Localization of the arcuate line from surface anatomic landmarks: A cadaveric study

Steven C. Cunningham, Gedge D. Rosson, Richard H. Lee, Jeremy Z. Williams, Craig A. Lustman, Sheri Slezak, Nelson H. Goldberg, Ronald P. Silverman

Research output: Contribution to journalArticlepeer-review

Abstract

The arcuate line is a relevant structure when reconstructing the abdominal wall after rectus abdominis musculocutaneous flap harvest. Its location is classically taught to be half the distance from the pubic symphysis to the umbilicus, but recent anatomic literature provides evidence to the contrary. Better understanding of the relationship between the arcuate line and surface anatomic landmarks could facilitate better preoperative planning when harvesting a rectus abdominis musculocutaneous flap. A total of 32 arcuate lines were dissected in 18 cadavers, and the location was correlated to various surface anatomic landmarks. The arcuate line was found to lie at 74.6% of the distance from the pubic symphysis to the umbilicus, and 32.7% of the distance from the pubic symphysis to the xiphoid. This location was 1.8 ± 1.7 cm superior to the level of the anterior superior iliac spines (ASIS). This study provides further support for the finding in the anatomic literature that the arcuate line is substantially more superior than classically described. This knowledge may prove useful in preoperative planning of rectus abdominis musculocutaneous flap harvest.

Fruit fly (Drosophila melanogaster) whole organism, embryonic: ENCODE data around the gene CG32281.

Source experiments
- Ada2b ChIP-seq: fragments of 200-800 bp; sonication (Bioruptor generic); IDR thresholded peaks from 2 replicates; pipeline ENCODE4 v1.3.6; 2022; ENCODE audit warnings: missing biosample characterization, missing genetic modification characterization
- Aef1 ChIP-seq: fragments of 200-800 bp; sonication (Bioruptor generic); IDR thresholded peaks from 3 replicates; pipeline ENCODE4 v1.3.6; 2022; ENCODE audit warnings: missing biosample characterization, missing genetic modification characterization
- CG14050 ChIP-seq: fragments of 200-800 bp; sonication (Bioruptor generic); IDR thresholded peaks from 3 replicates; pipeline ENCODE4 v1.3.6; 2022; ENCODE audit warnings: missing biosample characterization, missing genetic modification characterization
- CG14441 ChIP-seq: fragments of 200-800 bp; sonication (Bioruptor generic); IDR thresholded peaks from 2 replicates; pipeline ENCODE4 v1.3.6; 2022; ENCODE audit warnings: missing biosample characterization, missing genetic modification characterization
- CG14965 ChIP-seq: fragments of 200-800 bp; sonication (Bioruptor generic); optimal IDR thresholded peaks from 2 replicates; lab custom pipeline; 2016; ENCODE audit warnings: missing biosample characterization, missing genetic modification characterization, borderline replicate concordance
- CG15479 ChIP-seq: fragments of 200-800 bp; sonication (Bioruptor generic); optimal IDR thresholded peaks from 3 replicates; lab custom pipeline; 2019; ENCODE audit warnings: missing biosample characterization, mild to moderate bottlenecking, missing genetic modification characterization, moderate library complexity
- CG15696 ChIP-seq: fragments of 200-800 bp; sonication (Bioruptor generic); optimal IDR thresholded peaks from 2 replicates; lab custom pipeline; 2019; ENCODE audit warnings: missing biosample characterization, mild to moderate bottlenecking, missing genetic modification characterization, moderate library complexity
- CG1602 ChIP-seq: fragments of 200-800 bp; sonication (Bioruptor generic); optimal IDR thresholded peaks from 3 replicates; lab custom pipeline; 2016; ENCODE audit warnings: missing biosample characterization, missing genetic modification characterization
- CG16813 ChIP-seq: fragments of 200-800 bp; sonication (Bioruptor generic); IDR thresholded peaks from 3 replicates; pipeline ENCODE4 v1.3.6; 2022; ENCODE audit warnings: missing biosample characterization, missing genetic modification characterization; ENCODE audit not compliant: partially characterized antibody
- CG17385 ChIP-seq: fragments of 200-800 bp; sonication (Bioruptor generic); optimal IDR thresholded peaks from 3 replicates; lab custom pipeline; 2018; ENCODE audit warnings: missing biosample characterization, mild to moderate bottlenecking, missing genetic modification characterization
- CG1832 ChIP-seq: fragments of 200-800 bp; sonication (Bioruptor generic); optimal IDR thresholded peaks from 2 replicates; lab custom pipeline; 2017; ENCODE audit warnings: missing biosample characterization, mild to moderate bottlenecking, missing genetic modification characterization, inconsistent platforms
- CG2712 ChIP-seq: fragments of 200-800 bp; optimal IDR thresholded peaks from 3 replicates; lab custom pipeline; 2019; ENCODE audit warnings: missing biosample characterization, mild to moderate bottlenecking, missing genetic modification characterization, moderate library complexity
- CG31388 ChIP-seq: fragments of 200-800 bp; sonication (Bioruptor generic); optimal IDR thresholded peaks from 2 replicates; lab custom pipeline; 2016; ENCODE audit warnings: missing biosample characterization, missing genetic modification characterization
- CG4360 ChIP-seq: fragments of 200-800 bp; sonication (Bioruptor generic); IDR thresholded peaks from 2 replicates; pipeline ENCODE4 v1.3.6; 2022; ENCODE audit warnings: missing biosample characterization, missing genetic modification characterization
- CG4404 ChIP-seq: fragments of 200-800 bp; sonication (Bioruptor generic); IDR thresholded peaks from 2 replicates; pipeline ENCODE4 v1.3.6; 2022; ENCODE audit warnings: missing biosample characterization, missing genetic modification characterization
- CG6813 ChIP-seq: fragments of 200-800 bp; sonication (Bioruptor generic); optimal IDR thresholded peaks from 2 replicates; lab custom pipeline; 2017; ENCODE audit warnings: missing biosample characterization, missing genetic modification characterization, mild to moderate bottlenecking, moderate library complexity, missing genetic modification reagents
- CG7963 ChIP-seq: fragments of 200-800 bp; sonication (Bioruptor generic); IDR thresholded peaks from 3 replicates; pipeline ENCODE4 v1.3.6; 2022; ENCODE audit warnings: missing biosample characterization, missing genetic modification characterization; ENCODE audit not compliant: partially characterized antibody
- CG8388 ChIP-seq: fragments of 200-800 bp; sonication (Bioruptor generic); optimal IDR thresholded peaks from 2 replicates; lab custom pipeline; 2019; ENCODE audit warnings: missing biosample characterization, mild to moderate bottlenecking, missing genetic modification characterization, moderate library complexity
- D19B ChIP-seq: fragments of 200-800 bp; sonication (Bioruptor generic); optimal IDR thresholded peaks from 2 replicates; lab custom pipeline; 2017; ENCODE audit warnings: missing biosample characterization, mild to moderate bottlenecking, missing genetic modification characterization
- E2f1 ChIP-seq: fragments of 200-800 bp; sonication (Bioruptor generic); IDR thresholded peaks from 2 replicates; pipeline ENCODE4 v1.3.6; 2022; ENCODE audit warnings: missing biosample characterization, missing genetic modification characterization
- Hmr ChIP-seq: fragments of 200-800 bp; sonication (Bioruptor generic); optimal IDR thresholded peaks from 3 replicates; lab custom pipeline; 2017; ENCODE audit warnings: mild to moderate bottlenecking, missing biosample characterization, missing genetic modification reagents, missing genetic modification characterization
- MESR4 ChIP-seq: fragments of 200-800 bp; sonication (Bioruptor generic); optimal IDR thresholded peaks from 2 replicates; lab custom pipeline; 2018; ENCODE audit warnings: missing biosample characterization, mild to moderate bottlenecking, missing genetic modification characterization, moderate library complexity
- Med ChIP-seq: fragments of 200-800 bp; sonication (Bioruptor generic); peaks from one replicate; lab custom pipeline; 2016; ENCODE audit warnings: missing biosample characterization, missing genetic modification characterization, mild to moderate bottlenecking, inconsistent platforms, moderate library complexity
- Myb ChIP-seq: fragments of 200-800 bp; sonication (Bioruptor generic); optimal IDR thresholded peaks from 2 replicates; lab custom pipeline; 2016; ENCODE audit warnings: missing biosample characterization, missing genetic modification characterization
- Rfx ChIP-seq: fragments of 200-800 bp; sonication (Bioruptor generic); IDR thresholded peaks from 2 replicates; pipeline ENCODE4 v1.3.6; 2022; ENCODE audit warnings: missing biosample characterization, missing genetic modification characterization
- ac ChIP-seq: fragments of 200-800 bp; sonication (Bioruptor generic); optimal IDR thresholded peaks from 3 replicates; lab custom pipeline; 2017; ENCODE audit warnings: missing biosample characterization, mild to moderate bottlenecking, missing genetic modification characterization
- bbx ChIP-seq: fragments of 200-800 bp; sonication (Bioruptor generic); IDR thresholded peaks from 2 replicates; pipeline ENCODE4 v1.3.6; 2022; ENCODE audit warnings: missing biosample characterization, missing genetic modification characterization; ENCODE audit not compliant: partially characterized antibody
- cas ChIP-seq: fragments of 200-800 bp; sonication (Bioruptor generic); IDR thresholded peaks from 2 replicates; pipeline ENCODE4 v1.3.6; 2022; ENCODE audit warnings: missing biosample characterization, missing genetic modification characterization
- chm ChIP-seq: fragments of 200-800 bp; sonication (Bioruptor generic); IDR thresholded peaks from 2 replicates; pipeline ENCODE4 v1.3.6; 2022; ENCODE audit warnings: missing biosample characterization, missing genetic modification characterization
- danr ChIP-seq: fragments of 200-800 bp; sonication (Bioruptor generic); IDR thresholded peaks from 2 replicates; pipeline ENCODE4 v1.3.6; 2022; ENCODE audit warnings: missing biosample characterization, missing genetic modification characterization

Original languageEnglish (US)
Pages (from-to)129-131
Number of pages3
JournalAnnals of plastic surgery
Volume53
Issue number2
DOIs
StatePublished - Aug 1 2004

ASJC Scopus subject areas

  • Surgery

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